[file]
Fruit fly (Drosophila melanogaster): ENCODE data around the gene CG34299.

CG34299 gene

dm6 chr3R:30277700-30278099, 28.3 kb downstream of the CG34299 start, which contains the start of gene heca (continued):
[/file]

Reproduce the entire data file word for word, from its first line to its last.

Fruit fly (Drosophila melanogaster): ENCODE data around the gene CG34299.

CG34299 gene

dm6 chr3R:30277700-30278099, 28.3 kb downstream of the CG34299 start, which contains the start of gene heca (continued):